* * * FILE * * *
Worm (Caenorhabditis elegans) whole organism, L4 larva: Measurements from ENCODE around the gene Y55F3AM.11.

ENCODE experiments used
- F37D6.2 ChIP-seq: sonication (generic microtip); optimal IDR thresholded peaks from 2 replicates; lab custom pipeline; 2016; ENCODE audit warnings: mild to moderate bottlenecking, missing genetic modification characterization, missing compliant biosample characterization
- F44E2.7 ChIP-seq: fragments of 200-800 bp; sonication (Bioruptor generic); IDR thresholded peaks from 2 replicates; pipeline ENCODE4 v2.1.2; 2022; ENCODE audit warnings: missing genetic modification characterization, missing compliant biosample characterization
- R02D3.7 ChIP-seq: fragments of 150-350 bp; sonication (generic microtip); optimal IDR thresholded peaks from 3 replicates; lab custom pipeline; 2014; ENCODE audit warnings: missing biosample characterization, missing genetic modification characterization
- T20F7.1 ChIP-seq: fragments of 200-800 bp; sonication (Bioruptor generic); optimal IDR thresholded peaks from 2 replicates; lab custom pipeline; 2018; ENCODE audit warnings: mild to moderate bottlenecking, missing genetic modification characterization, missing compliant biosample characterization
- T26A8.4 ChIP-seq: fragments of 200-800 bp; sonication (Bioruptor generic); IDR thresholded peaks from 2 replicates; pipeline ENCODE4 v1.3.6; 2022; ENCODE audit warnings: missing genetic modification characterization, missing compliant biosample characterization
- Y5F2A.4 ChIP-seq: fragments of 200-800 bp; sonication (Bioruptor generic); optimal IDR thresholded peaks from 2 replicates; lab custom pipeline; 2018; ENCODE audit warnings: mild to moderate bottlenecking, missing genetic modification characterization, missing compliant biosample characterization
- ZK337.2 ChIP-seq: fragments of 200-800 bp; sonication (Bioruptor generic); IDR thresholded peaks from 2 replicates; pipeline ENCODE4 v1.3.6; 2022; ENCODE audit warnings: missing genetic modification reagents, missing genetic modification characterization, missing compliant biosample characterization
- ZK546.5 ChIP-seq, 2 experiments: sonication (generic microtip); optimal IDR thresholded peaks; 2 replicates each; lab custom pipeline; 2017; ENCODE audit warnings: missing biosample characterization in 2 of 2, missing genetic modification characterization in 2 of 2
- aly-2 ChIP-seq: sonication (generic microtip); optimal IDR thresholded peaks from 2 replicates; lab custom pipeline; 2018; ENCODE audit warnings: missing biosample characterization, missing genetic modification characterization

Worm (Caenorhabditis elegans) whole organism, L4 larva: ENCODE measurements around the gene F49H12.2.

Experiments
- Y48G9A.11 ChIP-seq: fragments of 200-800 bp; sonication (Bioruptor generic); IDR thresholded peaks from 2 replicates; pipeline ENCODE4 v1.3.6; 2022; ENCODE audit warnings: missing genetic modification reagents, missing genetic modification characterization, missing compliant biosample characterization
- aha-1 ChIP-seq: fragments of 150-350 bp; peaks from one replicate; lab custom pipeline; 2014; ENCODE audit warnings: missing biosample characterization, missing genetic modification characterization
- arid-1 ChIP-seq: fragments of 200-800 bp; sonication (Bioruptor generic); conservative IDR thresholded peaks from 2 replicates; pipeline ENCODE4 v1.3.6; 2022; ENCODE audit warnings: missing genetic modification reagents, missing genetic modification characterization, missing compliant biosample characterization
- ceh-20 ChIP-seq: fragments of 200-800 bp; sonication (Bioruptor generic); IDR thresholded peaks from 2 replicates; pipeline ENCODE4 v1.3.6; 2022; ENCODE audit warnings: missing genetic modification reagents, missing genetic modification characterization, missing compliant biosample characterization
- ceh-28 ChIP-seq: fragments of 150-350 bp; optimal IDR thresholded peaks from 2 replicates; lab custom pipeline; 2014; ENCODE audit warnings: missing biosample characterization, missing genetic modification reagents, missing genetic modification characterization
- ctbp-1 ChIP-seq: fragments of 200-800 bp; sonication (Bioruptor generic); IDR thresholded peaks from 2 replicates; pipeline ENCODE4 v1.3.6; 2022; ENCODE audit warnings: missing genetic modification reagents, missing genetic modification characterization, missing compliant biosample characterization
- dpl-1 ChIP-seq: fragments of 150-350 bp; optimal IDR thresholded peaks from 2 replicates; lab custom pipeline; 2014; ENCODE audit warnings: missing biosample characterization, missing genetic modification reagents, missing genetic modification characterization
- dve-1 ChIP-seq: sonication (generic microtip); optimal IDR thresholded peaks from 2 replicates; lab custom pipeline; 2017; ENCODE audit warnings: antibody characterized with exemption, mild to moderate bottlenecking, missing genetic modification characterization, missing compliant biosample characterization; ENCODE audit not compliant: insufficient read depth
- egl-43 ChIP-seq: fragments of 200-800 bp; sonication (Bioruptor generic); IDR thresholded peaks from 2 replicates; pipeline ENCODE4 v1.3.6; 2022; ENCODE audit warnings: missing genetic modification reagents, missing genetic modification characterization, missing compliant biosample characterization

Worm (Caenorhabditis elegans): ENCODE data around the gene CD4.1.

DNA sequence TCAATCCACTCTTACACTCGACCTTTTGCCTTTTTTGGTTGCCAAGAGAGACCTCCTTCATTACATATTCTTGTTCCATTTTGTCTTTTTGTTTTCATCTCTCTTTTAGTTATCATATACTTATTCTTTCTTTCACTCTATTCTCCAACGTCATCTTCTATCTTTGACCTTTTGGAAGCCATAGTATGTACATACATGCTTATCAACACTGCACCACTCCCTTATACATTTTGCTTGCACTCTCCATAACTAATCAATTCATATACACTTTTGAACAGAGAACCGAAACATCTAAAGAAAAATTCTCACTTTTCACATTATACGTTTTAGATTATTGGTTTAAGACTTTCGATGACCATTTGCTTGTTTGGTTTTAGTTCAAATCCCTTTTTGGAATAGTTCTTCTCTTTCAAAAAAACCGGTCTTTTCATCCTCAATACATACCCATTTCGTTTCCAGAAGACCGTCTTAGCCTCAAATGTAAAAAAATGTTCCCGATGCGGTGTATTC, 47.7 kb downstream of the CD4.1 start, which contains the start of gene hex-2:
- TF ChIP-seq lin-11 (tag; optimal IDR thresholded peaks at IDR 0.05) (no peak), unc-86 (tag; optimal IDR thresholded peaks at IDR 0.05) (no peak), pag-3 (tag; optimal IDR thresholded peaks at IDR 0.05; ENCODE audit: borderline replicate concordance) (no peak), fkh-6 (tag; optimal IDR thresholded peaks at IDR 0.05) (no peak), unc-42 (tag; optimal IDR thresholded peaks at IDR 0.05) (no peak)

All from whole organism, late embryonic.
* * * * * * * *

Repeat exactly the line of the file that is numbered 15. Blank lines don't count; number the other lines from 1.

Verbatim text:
- aha-1 ChIP-seq: fragments of 150-350 bp; peaks from one replicate; lab custom pipeline; 2014; ENCODE audit warnings: missing biosample characterization, missing genetic modification characterization